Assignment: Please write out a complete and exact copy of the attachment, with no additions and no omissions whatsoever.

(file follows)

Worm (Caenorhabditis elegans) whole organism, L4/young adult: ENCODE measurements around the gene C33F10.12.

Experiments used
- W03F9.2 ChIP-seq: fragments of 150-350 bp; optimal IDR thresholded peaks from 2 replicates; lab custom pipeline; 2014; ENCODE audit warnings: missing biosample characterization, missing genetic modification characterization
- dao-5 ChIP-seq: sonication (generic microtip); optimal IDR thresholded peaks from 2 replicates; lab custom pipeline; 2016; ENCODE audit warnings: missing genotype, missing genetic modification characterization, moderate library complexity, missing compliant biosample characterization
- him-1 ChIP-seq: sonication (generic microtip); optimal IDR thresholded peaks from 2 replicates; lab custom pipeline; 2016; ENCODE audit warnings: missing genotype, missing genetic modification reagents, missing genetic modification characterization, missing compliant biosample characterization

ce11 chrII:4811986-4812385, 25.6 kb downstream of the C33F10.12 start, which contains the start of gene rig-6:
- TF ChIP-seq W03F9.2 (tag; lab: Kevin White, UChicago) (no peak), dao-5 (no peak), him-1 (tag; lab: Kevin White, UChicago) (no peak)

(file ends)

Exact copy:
Worm (Caenorhabditis elegans) whole organism, L4/young adult: ENCODE measurements around the gene C33F10.12.

Experiments used
- W03F9.2 ChIP-seq: fragments of 150-350 bp; optimal IDR thresholded peaks from 2 replicates; lab custom pipeline; 2014; ENCODE audit warnings: missing biosample characterization, missing genetic modification characterization
- dao-5 ChIP-seq: sonication (generic microtip); optimal IDR thresholded peaks from 2 replicates; lab custom pipeline; 2016; ENCODE audit warnings: missing genotype, missing genetic modification characterization, moderate library complexity, missing compliant biosample characterization
- him-1 ChIP-seq: sonication (generic microtip); optimal IDR thresholded peaks from 2 replicates; lab custom pipeline; 2016; ENCODE audit warnings: missing genotype, missing genetic modification reagents, missing genetic modification characterization, missing compliant biosample characterization

ce11 chrII:4811986-4812385, 25.6 kb downstream of the C33F10.12 start, which contains the start of gene rig-6:
- TF ChIP-seq W03F9.2 (tag; lab: Kevin White, UChicago) (no peak), dao-5 (no peak), him-1 (tag; lab: Kevin White, UChicago) (no peak)